Talking to Gamasutra at E3, Sega of America president Simon Jeffery has been discussing pulling back from a traditional Japanese reliance on "a small number of huge games", and suggesting: "We're trying to make sure that we don't make the mistake of being yet another Japanese company trying to be a Japanese company in the West."
As part of a larger Gamasutra interview, Jeffery, who has made strong Western-focused deals with companies such as Obsidian and BioWare in recent years, explained his business thinking on the matter as follows:
"We've strongly tried to make Sega of America feel like it's not a Japanese company. We want to resonate better with gamers in the casual market a lot better than I think Japanese companies have been able to do traditionally in the last few years.
The output from Japan now seems to be very geared around a small number of huge games, that do resonate with the Western market, but most Japanese content just doesn't anymore.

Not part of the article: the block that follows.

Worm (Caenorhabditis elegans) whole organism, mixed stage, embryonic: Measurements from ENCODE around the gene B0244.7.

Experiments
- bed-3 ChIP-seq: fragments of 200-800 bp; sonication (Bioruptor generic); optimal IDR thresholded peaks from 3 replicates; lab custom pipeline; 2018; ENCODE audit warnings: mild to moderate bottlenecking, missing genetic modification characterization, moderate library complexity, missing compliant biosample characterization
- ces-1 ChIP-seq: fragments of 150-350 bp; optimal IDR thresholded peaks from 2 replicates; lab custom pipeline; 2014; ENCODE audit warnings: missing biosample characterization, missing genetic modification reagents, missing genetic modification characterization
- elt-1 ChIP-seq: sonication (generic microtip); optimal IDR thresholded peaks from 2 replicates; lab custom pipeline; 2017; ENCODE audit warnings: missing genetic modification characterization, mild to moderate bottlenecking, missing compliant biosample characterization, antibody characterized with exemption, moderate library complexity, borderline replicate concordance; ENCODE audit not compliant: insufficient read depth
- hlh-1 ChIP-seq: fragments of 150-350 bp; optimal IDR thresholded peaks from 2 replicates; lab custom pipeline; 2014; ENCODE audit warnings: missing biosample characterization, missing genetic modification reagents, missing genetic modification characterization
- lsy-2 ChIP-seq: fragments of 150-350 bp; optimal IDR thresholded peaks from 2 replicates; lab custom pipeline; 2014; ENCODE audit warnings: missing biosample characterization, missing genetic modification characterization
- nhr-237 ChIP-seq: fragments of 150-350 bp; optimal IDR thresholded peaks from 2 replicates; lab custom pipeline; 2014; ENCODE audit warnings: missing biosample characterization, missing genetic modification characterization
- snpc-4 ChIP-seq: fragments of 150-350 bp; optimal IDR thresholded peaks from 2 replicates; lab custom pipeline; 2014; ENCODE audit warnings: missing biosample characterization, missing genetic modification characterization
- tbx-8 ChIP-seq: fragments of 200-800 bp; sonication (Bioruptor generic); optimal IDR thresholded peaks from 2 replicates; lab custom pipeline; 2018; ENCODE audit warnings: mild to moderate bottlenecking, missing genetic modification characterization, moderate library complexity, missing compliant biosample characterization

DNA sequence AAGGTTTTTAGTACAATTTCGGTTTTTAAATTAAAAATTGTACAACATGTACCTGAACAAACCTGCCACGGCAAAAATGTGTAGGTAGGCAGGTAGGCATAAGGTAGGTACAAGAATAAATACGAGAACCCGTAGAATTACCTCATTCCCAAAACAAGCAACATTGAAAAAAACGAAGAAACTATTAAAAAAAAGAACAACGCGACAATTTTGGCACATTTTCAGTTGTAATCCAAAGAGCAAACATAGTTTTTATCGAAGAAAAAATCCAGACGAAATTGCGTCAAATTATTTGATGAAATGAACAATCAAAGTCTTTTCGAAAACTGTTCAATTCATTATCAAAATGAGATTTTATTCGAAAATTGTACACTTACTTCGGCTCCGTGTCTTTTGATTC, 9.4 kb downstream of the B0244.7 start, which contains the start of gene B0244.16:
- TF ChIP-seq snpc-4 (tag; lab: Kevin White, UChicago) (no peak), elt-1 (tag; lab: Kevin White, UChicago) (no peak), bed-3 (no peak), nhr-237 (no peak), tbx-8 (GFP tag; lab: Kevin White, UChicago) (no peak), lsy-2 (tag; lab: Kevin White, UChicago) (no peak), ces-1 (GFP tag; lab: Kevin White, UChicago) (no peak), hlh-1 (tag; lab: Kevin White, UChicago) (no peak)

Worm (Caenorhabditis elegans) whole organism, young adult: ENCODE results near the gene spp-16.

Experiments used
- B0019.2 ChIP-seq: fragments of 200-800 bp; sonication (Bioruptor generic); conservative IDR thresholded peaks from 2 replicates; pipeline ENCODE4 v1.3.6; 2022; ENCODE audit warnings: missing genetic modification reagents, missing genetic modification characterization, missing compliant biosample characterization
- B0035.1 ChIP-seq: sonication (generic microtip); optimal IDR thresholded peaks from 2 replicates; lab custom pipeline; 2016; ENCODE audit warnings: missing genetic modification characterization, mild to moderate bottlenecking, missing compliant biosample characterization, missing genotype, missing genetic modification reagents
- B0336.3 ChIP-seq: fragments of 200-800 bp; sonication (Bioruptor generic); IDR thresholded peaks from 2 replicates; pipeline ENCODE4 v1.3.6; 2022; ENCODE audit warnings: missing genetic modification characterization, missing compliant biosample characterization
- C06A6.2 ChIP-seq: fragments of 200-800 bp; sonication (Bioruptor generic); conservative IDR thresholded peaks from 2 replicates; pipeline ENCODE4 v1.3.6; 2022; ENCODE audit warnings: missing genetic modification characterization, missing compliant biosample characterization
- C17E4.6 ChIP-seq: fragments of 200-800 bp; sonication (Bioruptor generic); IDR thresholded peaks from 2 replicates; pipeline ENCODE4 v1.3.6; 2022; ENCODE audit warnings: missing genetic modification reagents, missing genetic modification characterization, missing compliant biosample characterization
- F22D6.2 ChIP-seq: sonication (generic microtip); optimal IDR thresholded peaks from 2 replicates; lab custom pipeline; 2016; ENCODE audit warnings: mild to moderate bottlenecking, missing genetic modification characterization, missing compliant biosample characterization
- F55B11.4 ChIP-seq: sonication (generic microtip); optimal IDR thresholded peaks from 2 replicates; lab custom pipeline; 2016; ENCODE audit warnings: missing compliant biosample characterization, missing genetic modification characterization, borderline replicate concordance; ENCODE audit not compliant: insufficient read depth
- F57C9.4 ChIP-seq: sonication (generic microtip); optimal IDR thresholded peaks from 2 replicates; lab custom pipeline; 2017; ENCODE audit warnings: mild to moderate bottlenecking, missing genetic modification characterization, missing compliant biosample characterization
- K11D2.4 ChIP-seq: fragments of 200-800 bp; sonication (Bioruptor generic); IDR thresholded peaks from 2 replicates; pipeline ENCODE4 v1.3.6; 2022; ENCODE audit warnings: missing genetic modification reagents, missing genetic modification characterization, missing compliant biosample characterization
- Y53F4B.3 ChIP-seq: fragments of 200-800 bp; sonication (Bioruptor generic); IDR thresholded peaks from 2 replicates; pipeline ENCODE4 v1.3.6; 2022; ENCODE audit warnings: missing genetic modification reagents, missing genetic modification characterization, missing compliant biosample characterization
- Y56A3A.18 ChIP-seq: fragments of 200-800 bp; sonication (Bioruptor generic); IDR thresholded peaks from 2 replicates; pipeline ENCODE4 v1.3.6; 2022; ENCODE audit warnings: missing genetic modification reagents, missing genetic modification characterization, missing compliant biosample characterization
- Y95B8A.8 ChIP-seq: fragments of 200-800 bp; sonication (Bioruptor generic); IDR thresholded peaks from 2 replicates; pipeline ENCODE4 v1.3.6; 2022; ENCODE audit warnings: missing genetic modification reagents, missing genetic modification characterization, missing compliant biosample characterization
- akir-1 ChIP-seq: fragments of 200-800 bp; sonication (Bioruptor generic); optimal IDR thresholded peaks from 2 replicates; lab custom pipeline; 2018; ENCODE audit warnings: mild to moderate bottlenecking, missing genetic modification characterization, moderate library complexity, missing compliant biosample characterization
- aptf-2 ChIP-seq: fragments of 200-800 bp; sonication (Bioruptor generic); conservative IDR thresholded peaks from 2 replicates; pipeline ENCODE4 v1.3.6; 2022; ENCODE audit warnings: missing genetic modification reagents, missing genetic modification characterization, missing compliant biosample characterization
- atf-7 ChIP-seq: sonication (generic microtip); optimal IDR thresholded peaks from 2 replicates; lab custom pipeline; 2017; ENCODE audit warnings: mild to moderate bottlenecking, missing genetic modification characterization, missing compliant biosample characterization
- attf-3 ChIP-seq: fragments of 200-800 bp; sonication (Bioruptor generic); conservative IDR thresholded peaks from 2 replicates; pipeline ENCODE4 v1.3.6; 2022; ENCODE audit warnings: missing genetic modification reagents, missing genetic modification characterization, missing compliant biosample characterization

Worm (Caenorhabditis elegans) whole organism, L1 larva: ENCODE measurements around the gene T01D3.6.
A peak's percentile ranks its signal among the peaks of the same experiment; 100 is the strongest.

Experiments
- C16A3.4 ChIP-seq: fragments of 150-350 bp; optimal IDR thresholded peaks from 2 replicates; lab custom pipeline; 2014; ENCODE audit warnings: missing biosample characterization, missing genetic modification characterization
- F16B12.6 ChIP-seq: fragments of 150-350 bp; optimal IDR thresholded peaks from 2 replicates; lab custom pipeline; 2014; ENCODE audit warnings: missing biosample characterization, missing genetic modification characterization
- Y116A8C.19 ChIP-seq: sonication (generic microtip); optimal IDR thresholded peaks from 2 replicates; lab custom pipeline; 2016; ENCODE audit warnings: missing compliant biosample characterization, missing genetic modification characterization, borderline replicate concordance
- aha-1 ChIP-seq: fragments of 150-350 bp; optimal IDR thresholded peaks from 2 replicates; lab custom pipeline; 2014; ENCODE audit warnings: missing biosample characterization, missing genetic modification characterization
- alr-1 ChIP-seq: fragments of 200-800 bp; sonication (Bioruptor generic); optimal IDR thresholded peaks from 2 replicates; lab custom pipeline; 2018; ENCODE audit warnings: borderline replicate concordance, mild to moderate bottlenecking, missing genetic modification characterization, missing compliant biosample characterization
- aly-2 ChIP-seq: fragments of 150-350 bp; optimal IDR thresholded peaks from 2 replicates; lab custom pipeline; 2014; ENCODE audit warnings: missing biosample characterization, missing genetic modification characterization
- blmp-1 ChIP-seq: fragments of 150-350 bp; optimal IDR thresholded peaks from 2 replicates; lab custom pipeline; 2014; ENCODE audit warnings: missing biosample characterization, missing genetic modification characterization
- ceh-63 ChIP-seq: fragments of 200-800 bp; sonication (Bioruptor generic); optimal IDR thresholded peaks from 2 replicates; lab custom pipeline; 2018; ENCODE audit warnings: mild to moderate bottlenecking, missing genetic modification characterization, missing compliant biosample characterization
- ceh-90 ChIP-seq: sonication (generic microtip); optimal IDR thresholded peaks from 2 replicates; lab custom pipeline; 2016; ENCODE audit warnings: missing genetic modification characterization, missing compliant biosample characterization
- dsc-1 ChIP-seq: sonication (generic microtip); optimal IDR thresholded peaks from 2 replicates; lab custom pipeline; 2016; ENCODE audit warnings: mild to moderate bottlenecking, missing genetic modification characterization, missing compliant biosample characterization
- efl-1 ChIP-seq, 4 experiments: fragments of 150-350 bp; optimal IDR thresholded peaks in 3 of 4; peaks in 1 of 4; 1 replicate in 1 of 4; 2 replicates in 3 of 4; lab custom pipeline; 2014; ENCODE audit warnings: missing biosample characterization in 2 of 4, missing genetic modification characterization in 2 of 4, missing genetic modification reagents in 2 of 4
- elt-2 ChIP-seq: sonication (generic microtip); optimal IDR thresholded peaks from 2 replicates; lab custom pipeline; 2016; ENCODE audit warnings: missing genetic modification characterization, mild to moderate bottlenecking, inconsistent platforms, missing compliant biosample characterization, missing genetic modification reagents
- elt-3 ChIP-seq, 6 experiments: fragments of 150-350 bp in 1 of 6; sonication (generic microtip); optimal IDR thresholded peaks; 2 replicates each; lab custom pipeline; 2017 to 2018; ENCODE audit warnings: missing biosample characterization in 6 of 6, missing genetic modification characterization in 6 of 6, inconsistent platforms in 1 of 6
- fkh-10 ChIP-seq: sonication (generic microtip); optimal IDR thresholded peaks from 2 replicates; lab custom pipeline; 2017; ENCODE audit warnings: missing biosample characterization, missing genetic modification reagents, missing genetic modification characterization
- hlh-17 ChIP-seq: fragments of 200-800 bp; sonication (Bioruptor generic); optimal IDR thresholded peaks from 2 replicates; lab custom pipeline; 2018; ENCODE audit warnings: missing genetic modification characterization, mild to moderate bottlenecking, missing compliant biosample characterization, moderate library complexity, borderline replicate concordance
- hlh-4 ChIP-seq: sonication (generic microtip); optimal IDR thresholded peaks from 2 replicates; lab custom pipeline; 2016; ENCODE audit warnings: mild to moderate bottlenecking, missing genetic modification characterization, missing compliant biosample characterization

So that's a big change from 5 or 6 years ago, it's a pretty big change from the last generation. We're trying to make sure that we don't make the mistake of being yet another Japanese company trying to be a Japanese company in the West.
We want to build our success through building products in the West for the West, and so there are not very many Japanese staff in the office of Sega of America, and we have a lot of autonomy now."
Concluding, Jeffery noted that this strategy was both approved and encouraged by the Japanese owners of the company, understanding the differences in the markets:
"This was part of the initiative by Sega of Japan. They made the conscious initiative to have the Western operations have a Western management team in place."
The full Gamasutra interview with Sega's Simon Jeffery will be published on the site in the near future.